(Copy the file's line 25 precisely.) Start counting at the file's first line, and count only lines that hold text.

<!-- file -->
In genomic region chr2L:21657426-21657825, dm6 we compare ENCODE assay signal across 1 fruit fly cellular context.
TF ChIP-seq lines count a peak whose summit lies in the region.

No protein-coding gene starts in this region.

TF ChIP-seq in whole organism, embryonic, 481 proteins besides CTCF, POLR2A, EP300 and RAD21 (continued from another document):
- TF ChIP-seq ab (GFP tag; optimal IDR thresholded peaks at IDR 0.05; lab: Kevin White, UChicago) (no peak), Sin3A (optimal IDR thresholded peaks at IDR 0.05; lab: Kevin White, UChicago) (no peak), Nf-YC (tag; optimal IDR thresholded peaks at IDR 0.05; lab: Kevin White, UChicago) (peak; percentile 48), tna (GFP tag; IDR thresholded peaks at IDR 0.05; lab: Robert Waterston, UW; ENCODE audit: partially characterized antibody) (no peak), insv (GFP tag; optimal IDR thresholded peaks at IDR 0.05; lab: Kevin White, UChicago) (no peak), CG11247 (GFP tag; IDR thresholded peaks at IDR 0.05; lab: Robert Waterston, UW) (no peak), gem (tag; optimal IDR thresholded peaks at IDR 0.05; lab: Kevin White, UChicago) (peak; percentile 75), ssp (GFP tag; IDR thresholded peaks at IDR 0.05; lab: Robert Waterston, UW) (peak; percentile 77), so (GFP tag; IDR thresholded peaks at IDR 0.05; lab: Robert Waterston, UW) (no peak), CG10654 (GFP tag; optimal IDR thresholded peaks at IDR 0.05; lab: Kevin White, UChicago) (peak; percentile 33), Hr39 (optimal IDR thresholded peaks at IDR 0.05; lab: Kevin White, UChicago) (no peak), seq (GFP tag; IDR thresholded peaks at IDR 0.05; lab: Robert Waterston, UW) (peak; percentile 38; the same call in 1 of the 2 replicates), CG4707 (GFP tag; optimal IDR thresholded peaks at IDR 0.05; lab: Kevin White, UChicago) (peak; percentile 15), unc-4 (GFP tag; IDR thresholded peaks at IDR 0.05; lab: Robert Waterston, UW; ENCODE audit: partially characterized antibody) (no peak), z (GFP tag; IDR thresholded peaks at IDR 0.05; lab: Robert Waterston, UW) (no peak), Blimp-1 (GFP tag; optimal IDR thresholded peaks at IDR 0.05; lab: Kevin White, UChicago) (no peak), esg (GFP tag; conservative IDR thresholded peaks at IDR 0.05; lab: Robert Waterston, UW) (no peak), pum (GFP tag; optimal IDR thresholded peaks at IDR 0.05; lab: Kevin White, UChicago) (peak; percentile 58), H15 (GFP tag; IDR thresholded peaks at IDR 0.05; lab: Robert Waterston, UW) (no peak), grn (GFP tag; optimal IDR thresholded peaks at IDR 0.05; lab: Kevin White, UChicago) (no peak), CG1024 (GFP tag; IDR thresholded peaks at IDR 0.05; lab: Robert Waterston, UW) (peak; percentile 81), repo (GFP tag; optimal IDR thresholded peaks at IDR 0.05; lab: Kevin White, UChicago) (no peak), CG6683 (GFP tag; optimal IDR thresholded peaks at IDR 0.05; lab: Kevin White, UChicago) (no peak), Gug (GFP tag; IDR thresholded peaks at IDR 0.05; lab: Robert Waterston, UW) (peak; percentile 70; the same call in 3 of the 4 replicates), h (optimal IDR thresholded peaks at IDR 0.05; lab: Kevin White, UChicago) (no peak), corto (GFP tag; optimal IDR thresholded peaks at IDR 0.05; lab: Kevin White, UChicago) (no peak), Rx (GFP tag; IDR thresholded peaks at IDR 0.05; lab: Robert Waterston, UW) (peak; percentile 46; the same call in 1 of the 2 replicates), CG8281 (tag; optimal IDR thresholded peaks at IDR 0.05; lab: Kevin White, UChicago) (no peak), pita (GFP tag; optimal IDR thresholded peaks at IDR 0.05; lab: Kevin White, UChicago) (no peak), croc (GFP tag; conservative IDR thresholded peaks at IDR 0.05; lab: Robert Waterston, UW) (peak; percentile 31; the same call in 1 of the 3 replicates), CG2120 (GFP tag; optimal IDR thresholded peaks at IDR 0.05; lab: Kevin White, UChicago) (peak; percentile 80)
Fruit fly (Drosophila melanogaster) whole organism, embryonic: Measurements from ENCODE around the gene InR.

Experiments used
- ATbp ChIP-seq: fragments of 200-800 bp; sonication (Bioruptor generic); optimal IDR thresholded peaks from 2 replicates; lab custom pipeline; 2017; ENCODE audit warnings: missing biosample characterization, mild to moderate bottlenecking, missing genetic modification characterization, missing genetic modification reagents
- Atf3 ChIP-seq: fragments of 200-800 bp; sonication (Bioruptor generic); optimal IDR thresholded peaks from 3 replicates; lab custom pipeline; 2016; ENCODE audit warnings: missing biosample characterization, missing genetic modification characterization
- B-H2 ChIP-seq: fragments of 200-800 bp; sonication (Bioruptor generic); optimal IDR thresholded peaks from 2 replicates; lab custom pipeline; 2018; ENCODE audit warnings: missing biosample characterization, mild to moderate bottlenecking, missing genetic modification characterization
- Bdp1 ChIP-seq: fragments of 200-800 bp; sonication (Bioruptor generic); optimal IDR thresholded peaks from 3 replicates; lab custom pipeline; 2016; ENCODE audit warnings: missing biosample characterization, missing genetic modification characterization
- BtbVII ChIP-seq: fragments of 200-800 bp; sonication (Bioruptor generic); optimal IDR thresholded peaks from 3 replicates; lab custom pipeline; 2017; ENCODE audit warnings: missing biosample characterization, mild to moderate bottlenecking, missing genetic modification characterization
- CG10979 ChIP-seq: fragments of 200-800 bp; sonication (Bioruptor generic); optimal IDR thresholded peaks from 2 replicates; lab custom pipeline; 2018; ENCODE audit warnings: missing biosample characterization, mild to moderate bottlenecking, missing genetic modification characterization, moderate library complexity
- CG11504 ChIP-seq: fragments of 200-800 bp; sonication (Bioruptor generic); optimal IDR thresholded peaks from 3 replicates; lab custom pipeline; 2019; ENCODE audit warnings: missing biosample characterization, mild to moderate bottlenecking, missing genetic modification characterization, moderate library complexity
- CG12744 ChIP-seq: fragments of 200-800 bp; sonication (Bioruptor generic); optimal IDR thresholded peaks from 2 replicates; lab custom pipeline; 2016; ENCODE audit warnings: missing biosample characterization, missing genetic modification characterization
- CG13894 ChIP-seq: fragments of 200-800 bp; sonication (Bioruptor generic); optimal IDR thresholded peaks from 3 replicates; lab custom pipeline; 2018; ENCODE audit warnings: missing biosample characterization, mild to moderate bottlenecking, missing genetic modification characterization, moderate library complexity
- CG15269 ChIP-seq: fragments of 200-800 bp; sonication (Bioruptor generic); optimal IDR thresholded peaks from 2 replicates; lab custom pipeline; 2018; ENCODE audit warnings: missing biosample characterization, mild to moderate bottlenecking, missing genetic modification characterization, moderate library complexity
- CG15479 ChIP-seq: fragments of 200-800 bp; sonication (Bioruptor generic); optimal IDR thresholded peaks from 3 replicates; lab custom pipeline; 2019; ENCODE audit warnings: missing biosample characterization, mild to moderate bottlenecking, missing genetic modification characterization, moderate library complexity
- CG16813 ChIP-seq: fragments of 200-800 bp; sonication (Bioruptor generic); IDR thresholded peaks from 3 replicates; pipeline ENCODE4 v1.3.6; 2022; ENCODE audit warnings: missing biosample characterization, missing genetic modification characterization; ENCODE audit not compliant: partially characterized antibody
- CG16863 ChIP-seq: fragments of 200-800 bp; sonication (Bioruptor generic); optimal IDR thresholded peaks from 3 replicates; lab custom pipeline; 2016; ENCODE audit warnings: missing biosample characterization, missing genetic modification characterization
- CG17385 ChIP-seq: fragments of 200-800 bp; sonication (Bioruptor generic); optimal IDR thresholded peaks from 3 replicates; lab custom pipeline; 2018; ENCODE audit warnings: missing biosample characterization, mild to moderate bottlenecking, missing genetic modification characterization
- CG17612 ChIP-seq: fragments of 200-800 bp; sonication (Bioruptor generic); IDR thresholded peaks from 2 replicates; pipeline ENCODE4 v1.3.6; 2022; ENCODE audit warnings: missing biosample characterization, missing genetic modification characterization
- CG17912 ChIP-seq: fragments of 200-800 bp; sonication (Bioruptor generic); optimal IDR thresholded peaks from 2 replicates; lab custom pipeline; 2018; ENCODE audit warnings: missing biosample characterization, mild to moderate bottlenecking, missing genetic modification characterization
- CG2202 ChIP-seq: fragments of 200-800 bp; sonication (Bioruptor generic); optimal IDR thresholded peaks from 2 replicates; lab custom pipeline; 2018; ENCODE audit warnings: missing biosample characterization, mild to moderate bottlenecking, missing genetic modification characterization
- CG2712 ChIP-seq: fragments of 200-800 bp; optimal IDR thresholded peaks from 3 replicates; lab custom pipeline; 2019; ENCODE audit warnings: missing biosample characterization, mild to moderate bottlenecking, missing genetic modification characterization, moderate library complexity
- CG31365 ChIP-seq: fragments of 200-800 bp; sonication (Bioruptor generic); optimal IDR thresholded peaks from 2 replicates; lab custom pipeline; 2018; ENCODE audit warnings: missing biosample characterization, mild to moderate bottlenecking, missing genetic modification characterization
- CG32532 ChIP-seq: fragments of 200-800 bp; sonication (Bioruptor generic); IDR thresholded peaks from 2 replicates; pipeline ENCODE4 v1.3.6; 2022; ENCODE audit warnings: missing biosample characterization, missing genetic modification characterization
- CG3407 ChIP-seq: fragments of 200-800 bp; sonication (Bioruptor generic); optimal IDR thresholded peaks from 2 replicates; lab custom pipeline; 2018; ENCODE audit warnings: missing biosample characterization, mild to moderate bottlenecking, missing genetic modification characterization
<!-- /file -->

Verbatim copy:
- CG2712 ChIP-seq: fragments of 200-800 bp; optimal IDR thresholded peaks from 3 replicates; lab custom pipeline; 2019; ENCODE audit warnings: missing biosample characterization, mild to moderate bottlenecking, missing genetic modification characterization, moderate library complexity